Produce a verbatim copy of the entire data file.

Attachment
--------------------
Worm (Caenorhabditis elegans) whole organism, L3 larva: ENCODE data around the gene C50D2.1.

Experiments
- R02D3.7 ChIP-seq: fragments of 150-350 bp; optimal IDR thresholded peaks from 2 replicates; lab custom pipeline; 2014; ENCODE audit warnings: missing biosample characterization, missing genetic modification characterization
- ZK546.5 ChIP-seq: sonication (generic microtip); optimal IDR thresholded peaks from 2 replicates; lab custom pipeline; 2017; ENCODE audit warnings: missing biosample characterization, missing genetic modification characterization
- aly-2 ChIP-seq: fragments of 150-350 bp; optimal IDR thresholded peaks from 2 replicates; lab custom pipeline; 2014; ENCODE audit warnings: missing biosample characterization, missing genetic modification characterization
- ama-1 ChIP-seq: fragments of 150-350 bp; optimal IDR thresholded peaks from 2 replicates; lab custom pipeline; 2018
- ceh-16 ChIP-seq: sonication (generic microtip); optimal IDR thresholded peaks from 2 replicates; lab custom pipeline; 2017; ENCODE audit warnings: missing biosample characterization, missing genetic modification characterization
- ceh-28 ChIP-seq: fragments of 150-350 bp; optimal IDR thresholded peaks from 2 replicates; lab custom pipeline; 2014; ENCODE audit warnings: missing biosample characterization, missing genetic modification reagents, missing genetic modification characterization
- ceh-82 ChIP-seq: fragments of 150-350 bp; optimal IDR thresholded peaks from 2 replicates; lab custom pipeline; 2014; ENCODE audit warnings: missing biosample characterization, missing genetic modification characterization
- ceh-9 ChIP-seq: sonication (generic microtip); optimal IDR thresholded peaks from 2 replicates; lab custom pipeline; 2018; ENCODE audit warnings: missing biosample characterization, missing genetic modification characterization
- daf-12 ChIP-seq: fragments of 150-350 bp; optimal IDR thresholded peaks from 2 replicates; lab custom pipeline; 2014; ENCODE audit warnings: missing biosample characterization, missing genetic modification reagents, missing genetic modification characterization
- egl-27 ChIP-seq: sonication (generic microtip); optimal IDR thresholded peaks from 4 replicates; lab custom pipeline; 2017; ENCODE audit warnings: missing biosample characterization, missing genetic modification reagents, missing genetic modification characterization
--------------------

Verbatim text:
Worm (Caenorhabditis elegans) whole organism, L3 larva: ENCODE data around the gene C50D2.1.

Experiments
- R02D3.7 ChIP-seq: fragments of 150-350 bp; optimal IDR thresholded peaks from 2 replicates; lab custom pipeline; 2014; ENCODE audit warnings: missing biosample characterization, missing genetic modification characterization
- ZK546.5 ChIP-seq: sonication (generic microtip); optimal IDR thresholded peaks from 2 replicates; lab custom pipeline; 2017; ENCODE audit warnings: missing biosample characterization, missing genetic modification characterization
- aly-2 ChIP-seq: fragments of 150-350 bp; optimal IDR thresholded peaks from 2 replicates; lab custom pipeline; 2014; ENCODE audit warnings: missing biosample characterization, missing genetic modification characterization
- ama-1 ChIP-seq: fragments of 150-350 bp; optimal IDR thresholded peaks from 2 replicates; lab custom pipeline; 2018
- ceh-16 ChIP-seq: sonication (generic microtip); optimal IDR thresholded peaks from 2 replicates; lab custom pipeline; 2017; ENCODE audit warnings: missing biosample characterization, missing genetic modification characterization
- ceh-28 ChIP-seq: fragments of 150-350 bp; optimal IDR thresholded peaks from 2 replicates; lab custom pipeline; 2014; ENCODE audit warnings: missing biosample characterization, missing genetic modification reagents, missing genetic modification characterization
- ceh-82 ChIP-seq: fragments of 150-350 bp; optimal IDR thresholded peaks from 2 replicates; lab custom pipeline; 2014; ENCODE audit warnings: missing biosample characterization, missing genetic modification characterization
- ceh-9 ChIP-seq: sonication (generic microtip); optimal IDR thresholded peaks from 2 replicates; lab custom pipeline; 2018; ENCODE audit warnings: missing biosample characterization, missing genetic modification characterization
- daf-12 ChIP-seq: fragments of 150-350 bp; optimal IDR thresholded peaks from 2 replicates; lab custom pipeline; 2014; ENCODE audit warnings: missing biosample characterization, missing genetic modification reagents, missing genetic modification characterization
- egl-27 ChIP-seq: sonication (generic microtip); optimal IDR thresholded peaks from 4 replicates; lab custom pipeline; 2017; ENCODE audit warnings: missing biosample characterization, missing genetic modification reagents, missing genetic modification characterization